Jump to content
House Price Crash Forum
Timm

Brace Yourself For The Hurricane

Recommended Posts

http://www.newstatesman.com/economy/2010/09/construction-growth-recovery

(...)

The recovery is clearly slowing in the UK, where the housing market seems to be turning down again. Nationwide reported that house prices had fallen by almost 1 per cent in August, and poor lending data suggests more house-price drops are on the way...

President Obama is likely to announce further stimulus measures shortly, but Britain's Chancellor, George Osborne, is doing the opposite. This is a giant risk, without historical precedent.

On 2 September, Martin Wolf argued in the FT: "If the government were wrong on its gamble on recovery through retrenchment, the result would be a disaster for the country, not to mention the coalition." Even Boris Johnson has expressed worries about a double dip. The data suggests that a rough economic hurricane is barrelling down on the British Isles. And the chances are this isn't going to be a sideswipe. It's heading straight for the coast. Watch out.

Share this post


Link to post
Share on other sites
This is a giant risk, without historical precedent.
The economic situation in 1920 was grim. By that year unemployment had jumped from 4 percent to nearly 12 percent, and GNP declined 17 percent. No wonder, then, that Secretary of Commerce Herbert Hoover—falsely characterized as a supporter of laissez-faire economics—urged President Harding to consider an array of interventions to turn the economy around. Hoover was ignored.

Instead of “fiscal stimulus,” Harding cut the government’s budget nearly in half between 1920 and 1922. The rest of Harding’s approach was equally laissez-faire. Tax rates were slashed for all income groups. The national debt was reduced by one-third. The Federal Reserve’s activity, moreover, was hardly noticeable. As one economic historian puts it, “Despite the severity of the contraction, the Fed did not move to use its powers to turn the money supply around and fight the contraction.” 2 By the late summer of 1921, signs of recovery were already visible. The following year, unemployment was back down to 6.7 percent and was only 2.4 percent by 1923.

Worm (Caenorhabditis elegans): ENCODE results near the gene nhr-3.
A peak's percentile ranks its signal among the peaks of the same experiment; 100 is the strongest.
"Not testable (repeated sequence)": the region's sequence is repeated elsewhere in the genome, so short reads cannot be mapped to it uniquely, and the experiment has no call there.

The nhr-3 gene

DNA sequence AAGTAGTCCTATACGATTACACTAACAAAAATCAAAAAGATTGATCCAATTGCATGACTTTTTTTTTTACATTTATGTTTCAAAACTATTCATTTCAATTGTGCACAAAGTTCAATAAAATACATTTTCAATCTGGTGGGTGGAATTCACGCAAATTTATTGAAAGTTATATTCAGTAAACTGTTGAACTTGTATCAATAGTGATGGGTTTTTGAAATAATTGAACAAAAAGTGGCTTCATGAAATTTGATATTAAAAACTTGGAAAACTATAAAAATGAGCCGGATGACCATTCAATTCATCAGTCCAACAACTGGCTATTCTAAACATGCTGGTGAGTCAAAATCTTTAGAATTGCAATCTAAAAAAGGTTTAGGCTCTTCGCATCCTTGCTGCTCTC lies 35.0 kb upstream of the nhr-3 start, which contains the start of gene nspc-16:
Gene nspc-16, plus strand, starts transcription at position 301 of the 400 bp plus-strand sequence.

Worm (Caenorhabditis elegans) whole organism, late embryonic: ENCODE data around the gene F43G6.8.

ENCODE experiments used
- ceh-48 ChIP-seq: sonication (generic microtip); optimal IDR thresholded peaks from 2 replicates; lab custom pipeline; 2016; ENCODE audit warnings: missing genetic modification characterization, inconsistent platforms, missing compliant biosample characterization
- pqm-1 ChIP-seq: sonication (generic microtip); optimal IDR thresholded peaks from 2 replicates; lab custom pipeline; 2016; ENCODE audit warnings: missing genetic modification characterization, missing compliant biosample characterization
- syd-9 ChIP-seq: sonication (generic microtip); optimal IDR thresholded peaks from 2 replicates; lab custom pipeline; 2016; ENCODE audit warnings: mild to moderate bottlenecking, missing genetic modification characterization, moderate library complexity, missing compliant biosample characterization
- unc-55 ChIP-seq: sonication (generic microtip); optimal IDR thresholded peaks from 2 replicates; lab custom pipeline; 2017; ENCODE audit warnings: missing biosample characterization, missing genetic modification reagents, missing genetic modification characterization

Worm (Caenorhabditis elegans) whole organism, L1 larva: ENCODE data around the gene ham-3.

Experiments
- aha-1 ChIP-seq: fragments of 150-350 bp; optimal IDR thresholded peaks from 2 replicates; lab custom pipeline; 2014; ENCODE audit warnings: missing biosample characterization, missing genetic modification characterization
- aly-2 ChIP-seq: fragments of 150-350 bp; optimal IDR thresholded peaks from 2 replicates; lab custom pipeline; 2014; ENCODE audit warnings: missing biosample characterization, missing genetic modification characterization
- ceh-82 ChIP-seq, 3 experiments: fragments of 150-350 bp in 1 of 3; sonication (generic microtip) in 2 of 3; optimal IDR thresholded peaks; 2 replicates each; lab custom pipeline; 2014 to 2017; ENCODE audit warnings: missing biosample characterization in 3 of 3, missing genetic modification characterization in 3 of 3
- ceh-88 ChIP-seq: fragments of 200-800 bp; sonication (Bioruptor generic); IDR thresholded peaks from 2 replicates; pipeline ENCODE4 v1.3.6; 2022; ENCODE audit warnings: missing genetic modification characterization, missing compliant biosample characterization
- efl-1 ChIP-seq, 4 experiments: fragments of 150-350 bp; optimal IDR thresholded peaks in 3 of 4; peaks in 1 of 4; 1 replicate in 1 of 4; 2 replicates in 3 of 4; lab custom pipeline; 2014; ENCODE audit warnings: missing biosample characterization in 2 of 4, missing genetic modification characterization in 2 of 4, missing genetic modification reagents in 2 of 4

LINK

Share this post


Link to post
Share on other sites

Is your test-tube half full or half empty?

laugh.gif

I'm not sure, it's hard to tell.

It seems to be full of bubbles...

Share this post


Link to post
Share on other sites

I'm not sure, it's hard to tell.

It seems to be full of bubbles...

That will be the copper sulphate - or the resultant of Jim Jenkins shoving it down his underpants.

Edit: Oh yeah "bubble" - now I get it ! :lol:

Edited by Alan B'Stard MP

Share this post


Link to post
Share on other sites

there is still this slly view that falling house prices cannot persist alongside a growing economy - 1992 to1996 exhibited falling house prices, whils the economy recovered from recession

Share this post


Link to post
Share on other sites

there is still this slly view that falling house prices cannot persist alongside a growing economy - 1992 to1996 exhibited falling house prices, whils the economy recovered from recession

Well they would say that wouldn't they?

Share this post


Link to post
Share on other sites

Sounds logical

If the business that I am looking at no drop 30 I will buy one 1-2x takings rather 3-6 (at the moment most business I look at do not make financial sense nor could they pay the finance needed for a 50/60 percent loan).

If houses fall less than rental cost I will buy one.

If houses fall so that you get 8-10 percent yield maybe I will buy some of those also and maybe pay some guys to fix them up.

Everything has a price for every asset there is a potential purchaser its just at what level.

What is illogical is taking my money I have from not getting into the shit on propping up prices that I cannot afford..... asset squatting

Share this post


Link to post
Share on other sites

there is still this slly view that falling house prices cannot persist alongside a growing economy - 1992 to1996 exhibited falling house prices, whils the economy recovered from recession

Its not silly if you are a banker...as Blanchflower is...but bankers think the world revolves around them...it doesnt.

Share this post


Link to post
Share on other sites

Isn't the 1980s monetarism a historical precedent? Hmmm, didn't spending actually go up under la Thatch, tho, despite rhetoric?

And Reagan decided to go on a huge spending spree in the mid 80's as well and set the whole ball rolling for the current position we find ourselves in.

Share this post


Link to post
Share on other sites

That's the truth that dare not speak its name - the opposite of Keynesian economics. In fact the only one that works. The USA will fare far worse by more bail outs than just getting and facing the consequences of the debt encrusted truth. The UK will have a vile 2011-13, but then emerge in much better shape by 2014, so long as they do not take fright and want to inflate on printed money. Your link is very interesting Bart!